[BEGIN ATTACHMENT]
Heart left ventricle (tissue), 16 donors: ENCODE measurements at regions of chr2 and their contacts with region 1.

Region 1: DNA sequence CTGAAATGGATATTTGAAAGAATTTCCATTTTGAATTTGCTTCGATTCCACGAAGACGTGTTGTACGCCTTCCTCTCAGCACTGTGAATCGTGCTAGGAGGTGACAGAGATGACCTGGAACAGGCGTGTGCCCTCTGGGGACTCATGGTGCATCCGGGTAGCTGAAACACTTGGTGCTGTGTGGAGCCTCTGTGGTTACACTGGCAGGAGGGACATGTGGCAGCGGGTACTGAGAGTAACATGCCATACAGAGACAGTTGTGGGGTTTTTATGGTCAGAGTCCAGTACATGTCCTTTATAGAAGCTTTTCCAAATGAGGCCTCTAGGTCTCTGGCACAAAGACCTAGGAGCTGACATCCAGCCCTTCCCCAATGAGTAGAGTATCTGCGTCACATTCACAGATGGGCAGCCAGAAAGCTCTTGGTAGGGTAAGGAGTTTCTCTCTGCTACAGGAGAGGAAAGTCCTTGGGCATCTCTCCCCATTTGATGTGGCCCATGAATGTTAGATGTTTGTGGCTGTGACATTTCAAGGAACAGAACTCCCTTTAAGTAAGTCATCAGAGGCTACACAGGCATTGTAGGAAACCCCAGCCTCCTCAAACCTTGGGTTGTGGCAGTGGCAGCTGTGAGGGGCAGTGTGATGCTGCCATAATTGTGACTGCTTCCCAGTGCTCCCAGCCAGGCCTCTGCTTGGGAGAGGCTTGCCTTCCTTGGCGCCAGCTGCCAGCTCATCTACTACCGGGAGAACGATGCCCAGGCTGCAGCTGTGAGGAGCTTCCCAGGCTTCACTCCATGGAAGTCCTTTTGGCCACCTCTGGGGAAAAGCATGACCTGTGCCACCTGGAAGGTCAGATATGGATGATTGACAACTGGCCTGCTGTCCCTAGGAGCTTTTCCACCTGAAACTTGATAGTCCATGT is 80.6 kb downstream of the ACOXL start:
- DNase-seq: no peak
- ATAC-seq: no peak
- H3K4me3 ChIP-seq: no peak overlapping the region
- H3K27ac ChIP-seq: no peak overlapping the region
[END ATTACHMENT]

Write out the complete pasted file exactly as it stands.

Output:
Heart left ventricle (tissue), 16 donors: ENCODE measurements at regions of chr2 and their contacts with region 1.

Region 1: DNA sequence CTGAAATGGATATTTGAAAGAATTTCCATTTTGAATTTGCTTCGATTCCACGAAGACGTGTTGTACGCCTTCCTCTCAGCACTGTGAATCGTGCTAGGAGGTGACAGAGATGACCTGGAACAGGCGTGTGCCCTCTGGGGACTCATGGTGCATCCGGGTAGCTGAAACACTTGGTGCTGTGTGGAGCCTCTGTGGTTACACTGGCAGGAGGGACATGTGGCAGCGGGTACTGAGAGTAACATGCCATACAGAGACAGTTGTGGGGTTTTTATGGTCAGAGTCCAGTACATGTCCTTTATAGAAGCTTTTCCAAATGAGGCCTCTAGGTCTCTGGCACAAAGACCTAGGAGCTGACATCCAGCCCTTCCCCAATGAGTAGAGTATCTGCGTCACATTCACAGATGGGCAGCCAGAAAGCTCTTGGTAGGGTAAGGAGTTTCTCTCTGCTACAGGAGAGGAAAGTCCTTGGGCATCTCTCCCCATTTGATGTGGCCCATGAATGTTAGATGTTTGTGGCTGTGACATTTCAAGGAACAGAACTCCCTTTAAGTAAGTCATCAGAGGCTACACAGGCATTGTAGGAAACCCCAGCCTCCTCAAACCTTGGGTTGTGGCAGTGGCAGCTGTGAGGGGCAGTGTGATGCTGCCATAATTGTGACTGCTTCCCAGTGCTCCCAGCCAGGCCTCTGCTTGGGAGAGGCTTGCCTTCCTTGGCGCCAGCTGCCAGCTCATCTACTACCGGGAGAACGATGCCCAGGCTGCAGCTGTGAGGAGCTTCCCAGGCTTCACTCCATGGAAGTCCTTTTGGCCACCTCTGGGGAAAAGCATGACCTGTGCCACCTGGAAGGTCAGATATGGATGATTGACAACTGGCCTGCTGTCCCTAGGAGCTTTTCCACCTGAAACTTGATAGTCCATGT is 80.6 kb downstream of the ACOXL start:
- DNase-seq: no peak
- ATAC-seq: no peak
- H3K4me3 ChIP-seq: no peak overlapping the region
- H3K27ac ChIP-seq: no peak overlapping the region